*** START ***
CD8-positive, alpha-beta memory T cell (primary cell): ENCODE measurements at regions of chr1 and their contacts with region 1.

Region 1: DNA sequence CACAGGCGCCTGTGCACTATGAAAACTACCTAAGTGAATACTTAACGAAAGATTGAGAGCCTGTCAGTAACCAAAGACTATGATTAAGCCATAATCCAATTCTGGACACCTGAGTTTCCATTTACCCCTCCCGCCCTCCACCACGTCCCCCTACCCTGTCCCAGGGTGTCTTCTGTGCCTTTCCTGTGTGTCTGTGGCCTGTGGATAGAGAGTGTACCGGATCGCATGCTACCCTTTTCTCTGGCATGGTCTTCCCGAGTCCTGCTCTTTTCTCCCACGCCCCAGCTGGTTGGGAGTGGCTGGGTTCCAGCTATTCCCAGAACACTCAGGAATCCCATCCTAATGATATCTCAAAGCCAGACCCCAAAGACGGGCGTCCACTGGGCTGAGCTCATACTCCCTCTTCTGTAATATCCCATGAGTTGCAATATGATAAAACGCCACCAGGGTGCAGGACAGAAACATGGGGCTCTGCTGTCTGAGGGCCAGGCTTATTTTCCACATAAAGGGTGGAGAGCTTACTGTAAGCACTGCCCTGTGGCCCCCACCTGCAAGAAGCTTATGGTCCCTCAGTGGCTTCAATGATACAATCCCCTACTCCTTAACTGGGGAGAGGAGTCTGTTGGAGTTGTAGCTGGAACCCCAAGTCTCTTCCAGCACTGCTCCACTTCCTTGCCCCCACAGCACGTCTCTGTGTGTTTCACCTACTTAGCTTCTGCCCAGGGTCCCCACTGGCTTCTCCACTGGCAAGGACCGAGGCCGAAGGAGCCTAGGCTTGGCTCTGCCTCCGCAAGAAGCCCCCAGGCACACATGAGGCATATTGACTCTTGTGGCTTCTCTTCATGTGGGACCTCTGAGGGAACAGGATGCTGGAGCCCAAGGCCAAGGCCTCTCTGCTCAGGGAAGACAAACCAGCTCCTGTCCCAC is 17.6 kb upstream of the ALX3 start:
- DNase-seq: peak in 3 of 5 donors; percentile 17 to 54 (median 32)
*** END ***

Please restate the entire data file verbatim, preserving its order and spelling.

CD8-positive, alpha-beta memory T cell (primary cell): ENCODE measurements at regions of chr1 and their contacts with region 1.

Region 1: DNA sequence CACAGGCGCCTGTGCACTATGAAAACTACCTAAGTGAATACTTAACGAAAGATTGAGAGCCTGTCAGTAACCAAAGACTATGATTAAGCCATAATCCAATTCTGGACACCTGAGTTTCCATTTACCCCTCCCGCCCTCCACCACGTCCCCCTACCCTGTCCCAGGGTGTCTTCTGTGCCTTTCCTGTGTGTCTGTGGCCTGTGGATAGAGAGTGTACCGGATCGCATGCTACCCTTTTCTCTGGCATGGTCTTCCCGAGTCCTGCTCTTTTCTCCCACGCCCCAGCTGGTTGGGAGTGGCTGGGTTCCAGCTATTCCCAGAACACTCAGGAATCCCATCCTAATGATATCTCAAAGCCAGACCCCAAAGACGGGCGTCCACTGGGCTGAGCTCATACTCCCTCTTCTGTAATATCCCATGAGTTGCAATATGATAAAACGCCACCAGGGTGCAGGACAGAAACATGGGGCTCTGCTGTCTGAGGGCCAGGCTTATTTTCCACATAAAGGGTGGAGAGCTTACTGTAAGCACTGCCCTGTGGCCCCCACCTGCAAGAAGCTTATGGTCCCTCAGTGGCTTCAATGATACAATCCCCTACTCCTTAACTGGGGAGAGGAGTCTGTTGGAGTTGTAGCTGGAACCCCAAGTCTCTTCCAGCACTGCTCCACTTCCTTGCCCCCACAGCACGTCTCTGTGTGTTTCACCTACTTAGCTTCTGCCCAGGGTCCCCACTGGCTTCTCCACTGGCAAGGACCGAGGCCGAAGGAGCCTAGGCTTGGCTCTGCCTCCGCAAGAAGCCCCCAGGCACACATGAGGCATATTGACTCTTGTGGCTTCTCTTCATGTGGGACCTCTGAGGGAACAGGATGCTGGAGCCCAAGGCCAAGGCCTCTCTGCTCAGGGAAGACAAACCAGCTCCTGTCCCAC is 17.6 kb upstream of the ALX3 start:
- DNase-seq: peak in 3 of 5 donors; percentile 17 to 54 (median 32)